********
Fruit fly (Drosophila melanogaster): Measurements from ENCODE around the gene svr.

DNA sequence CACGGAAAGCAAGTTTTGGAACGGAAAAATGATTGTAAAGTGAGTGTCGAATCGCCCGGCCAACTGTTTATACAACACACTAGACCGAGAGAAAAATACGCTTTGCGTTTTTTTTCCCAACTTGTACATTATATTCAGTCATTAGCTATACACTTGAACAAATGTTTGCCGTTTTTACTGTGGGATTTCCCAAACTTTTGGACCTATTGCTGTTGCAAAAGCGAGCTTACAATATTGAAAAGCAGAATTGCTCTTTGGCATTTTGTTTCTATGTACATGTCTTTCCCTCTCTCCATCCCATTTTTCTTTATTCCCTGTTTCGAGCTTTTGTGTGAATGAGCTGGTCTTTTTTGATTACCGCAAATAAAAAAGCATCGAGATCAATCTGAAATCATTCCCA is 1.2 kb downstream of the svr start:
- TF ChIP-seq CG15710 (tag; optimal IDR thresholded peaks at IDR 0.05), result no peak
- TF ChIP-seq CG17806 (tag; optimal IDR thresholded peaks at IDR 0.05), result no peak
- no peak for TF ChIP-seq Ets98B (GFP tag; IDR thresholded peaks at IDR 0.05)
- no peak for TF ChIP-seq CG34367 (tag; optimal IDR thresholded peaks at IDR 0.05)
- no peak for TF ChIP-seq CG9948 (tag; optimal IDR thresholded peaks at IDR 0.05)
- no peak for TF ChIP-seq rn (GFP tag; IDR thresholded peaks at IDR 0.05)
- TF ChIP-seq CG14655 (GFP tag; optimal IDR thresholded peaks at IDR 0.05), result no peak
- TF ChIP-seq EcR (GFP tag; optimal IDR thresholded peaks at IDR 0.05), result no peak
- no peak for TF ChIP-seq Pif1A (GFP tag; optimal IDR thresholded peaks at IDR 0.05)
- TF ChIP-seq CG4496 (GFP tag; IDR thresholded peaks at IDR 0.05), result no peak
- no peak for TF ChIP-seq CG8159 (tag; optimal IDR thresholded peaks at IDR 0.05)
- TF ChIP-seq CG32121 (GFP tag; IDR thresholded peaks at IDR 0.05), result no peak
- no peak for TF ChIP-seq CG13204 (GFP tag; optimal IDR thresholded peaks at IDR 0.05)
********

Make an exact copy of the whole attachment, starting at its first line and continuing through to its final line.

Fruit fly (Drosophila melanogaster): Measurements from ENCODE around the gene svr.

DNA sequence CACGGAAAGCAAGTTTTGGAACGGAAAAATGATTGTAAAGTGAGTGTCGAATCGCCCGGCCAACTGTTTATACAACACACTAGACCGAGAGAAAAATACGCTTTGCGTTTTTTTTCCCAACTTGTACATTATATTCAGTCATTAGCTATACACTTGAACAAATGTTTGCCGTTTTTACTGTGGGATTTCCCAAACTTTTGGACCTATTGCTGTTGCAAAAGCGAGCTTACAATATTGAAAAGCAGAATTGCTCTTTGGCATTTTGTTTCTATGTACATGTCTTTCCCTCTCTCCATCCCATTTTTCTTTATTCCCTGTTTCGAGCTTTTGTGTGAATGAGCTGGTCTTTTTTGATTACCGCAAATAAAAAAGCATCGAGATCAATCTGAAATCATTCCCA is 1.2 kb downstream of the svr start:
- TF ChIP-seq CG15710 (tag; optimal IDR thresholded peaks at IDR 0.05), result no peak
- TF ChIP-seq CG17806 (tag; optimal IDR thresholded peaks at IDR 0.05), result no peak
- no peak for TF ChIP-seq Ets98B (GFP tag; IDR thresholded peaks at IDR 0.05)
- no peak for TF ChIP-seq CG34367 (tag; optimal IDR thresholded peaks at IDR 0.05)
- no peak for TF ChIP-seq CG9948 (tag; optimal IDR thresholded peaks at IDR 0.05)
- no peak for TF ChIP-seq rn (GFP tag; IDR thresholded peaks at IDR 0.05)
- TF ChIP-seq CG14655 (GFP tag; optimal IDR thresholded peaks at IDR 0.05), result no peak
- TF ChIP-seq EcR (GFP tag; optimal IDR thresholded peaks at IDR 0.05), result no peak
- no peak for TF ChIP-seq Pif1A (GFP tag; optimal IDR thresholded peaks at IDR 0.05)
- TF ChIP-seq CG4496 (GFP tag; IDR thresholded peaks at IDR 0.05), result no peak
- no peak for TF ChIP-seq CG8159 (tag; optimal IDR thresholded peaks at IDR 0.05)
- TF ChIP-seq CG32121 (GFP tag; IDR thresholded peaks at IDR 0.05), result no peak
- no peak for TF ChIP-seq CG13204 (GFP tag; optimal IDR thresholded peaks at IDR 0.05)